An example of the type of home to be built by Our Towns Habitat in
the Burke Dale community of Mooresville. (Courtesy of Ginny Stehle)
CORNELIUS – A partnership between Our Towns Habitat for Humanity and the Town of Mooresville is fueling the construction of an entire neighborhood of energy-efficient homes in the Burke Dale subdivision.
It'll start with building four homes by the end of August, according to Deputy Town Manager Ryan Rase.
This $3 million investment in Burke Dale – one that covers the construction costs of 21 homes – will turn it into the first LEED-certified community in North Carolina.
The U.S. Green Building Council developed Leadership in Energy and Environmental Design standards in 1998 to help building owners become conscious.
"Some of our homeowners, they're only paying around $40 a month on their heating bills because we focus so much on LEED," Our Towns Executive Director Paul Robinson said. "The houses are that tight, so energy doesn't leak out."
Founded in 1988, Our Towns is an affiliate of Habitat for Humanity International, a Christian housing ministry. It's served Mooresville, Davidson, Huntersville and Cornelius for 25 years, constructing 99 homes and helping 250 families along the way.
To celebrate hitting the quarter-century mark, the group raised $50,000 and received an additional $25,000 from an anonymous donor to construct The House that Love Built. Groundbreaking on the home on Titan Avenue in Cornelius took place in October.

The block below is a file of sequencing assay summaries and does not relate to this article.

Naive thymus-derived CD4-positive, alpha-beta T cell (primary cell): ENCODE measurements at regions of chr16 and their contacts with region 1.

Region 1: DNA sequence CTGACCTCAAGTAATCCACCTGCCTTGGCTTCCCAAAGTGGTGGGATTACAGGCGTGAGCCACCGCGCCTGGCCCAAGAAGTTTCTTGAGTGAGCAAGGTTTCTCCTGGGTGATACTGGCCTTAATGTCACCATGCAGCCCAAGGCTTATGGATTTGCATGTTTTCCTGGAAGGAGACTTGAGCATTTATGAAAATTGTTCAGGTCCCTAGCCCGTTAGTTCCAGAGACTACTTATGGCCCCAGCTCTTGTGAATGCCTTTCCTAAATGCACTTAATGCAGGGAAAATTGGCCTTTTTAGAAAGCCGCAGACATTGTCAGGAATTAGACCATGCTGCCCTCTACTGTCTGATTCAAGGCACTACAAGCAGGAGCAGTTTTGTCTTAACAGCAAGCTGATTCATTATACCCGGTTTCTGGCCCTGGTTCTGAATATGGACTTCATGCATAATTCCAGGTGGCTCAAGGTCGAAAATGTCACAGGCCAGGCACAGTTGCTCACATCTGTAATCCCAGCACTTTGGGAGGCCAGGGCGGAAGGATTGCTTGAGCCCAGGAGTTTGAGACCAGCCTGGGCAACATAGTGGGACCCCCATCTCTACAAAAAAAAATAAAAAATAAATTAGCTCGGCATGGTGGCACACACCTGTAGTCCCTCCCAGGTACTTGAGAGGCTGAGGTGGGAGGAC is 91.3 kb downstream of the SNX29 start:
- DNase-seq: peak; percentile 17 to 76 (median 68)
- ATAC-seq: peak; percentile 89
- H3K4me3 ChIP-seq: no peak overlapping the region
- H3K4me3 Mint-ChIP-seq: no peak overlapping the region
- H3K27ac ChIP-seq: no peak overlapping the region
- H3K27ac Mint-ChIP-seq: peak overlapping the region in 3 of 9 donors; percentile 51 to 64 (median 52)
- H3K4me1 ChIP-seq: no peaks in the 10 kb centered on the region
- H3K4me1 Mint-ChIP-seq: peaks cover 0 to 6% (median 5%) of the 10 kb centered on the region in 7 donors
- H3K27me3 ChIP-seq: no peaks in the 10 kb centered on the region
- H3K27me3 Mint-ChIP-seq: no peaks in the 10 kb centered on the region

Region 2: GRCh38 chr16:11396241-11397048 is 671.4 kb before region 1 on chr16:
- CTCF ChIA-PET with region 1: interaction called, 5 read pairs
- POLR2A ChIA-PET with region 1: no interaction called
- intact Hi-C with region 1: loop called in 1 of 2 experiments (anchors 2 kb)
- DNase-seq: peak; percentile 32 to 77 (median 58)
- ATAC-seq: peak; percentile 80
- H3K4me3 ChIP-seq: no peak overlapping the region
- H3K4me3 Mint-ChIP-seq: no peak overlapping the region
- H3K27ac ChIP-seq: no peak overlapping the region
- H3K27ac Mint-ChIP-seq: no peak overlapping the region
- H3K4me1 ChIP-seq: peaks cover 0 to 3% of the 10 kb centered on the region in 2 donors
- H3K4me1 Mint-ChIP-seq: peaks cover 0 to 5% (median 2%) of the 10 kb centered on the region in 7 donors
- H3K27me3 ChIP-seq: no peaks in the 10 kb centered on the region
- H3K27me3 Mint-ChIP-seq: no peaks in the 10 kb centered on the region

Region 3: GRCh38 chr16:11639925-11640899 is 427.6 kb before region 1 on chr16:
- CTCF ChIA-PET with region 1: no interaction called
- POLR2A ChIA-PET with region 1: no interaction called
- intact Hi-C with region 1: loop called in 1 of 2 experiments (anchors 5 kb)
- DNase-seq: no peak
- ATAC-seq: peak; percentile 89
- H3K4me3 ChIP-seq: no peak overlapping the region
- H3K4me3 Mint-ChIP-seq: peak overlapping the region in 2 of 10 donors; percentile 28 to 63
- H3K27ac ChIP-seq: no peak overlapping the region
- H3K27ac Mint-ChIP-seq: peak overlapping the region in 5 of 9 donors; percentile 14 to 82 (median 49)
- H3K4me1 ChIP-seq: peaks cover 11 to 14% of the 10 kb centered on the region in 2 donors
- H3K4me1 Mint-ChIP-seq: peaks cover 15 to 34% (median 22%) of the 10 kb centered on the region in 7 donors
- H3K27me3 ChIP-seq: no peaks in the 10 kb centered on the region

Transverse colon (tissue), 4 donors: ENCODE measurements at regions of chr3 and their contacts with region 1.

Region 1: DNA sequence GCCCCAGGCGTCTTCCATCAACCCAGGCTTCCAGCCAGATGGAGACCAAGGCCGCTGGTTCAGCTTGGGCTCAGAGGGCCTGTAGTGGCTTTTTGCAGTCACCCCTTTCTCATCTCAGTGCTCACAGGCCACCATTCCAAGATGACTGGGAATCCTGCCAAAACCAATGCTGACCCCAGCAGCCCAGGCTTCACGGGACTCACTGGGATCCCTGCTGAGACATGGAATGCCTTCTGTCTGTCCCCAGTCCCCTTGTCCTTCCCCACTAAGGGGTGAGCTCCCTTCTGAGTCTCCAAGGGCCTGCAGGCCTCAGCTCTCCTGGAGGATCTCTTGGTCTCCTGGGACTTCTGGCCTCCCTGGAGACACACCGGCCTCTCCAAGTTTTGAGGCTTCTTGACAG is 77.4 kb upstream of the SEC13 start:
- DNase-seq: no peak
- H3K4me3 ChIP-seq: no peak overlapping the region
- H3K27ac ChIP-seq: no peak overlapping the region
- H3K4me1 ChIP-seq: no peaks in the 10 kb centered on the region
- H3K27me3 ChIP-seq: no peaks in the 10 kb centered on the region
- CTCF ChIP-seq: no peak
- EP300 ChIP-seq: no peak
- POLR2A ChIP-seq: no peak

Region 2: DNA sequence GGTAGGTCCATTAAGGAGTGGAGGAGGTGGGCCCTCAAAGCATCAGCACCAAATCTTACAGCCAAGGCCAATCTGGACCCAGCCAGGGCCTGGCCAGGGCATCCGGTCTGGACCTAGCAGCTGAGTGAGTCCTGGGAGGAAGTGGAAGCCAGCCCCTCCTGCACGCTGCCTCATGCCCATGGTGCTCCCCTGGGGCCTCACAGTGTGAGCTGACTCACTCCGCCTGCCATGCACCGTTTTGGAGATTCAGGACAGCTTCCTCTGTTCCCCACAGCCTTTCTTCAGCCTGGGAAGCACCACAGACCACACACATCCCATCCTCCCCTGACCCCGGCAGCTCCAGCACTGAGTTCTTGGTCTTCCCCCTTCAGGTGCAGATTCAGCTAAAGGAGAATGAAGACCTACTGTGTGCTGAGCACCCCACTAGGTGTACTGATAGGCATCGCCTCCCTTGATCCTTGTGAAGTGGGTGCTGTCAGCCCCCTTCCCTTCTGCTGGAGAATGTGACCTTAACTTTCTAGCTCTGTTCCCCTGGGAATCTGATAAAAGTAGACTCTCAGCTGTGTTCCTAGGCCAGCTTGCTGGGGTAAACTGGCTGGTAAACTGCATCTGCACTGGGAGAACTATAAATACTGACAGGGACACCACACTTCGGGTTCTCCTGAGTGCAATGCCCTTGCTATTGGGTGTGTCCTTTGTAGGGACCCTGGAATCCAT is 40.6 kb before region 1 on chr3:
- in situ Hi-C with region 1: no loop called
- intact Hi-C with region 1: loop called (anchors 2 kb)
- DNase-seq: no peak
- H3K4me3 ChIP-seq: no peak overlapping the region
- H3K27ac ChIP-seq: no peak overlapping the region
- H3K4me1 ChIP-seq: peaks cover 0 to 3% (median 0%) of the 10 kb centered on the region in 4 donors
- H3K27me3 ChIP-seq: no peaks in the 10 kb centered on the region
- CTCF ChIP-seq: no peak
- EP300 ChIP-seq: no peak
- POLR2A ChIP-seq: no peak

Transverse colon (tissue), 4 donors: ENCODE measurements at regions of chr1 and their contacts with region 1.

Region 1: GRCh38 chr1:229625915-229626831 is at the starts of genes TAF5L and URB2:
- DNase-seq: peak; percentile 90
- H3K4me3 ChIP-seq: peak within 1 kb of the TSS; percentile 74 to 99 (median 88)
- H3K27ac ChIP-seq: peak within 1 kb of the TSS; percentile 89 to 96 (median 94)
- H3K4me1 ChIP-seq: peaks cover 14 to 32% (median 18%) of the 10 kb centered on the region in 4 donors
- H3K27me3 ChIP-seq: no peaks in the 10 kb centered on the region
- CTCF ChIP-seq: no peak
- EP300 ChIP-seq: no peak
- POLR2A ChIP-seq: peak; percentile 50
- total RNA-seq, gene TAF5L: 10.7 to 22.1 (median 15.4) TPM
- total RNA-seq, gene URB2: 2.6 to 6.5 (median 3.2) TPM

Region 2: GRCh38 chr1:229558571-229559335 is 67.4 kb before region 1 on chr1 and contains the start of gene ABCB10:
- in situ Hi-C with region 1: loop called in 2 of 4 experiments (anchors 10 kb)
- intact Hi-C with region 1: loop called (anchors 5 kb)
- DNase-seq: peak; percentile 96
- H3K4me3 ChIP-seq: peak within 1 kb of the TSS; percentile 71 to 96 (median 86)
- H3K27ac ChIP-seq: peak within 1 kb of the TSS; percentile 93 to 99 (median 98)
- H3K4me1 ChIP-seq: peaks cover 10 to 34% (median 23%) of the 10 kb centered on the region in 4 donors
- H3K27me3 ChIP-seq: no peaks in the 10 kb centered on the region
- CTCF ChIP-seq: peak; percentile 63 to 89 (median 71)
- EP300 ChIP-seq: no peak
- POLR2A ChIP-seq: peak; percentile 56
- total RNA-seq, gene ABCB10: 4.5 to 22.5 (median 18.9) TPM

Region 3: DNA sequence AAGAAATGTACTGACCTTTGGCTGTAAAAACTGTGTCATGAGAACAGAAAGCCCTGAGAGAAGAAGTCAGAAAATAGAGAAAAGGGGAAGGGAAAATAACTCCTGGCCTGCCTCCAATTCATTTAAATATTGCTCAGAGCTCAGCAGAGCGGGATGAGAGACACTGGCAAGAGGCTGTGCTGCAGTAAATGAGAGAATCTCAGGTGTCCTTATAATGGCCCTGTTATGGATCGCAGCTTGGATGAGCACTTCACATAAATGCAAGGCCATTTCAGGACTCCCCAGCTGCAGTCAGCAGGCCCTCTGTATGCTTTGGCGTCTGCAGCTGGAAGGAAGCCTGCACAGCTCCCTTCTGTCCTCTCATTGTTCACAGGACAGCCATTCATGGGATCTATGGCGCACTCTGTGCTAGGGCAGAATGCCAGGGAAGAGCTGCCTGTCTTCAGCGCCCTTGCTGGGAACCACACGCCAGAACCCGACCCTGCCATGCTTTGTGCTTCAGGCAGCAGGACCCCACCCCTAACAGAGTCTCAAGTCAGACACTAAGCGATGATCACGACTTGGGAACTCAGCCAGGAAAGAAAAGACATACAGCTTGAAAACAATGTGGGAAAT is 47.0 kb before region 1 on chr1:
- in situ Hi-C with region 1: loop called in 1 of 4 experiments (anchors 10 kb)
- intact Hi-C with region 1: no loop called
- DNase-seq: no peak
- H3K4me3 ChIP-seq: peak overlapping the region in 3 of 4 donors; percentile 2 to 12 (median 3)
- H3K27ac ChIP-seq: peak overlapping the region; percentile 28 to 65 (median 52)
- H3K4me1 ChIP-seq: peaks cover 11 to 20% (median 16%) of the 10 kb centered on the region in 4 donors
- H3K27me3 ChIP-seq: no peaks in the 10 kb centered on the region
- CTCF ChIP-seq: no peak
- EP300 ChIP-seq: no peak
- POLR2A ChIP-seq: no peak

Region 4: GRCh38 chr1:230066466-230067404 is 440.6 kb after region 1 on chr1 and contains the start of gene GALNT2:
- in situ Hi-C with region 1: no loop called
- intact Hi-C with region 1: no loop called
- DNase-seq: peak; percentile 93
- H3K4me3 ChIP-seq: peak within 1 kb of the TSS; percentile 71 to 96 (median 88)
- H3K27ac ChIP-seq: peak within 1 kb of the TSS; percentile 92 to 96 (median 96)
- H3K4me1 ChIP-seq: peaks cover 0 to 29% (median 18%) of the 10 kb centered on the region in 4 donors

Our Towns' 100th home is underway at 361 Moore Ave., Mooresville. Robinson hopes to have it complete by March. It typically takes 12 to 14 weeks to build a Habitat house.
"For me to be happy or satisfied with what I'm doing, I need to know that it's making a difference," Robinson said. "We're doing stuff that helps people help themselves. It's not a matter of going in and giving people things."
To qualify for a Habitat house, an applicant must be willing to perform at least 400 hours of volunteer work. Applicants also earn incomes that fall between 30 and 60 percent of the U.S. Department of Housing and Urban Development's standards for median income in the counties they reside in.
Mortgages for two-to four-bedroom homes are zero-interest but generally cost the owner between $75,000 and $90,000.
Although it costs about $130,000 to build a Habitat House, Director of Development Ginny Stehle said in-kind donations from businesses like Lowe's, Ingersoll Rand and Bank of America help keep costs down.
She estimates church groups and individuals donated roughly 50,000 volunteer hours to Our Towns in 2013.
In 2014, Robinson said the group wants to expand its critical repair program to help more homeowners who have less ability to repay upkeep costs.
The program addresses issues related to health and safety such as designing a walk-in shower for an older adult.
Want to build? Find opportunities to help at www.ourtownshabitat.org/volunteer/volunteer-opportunities.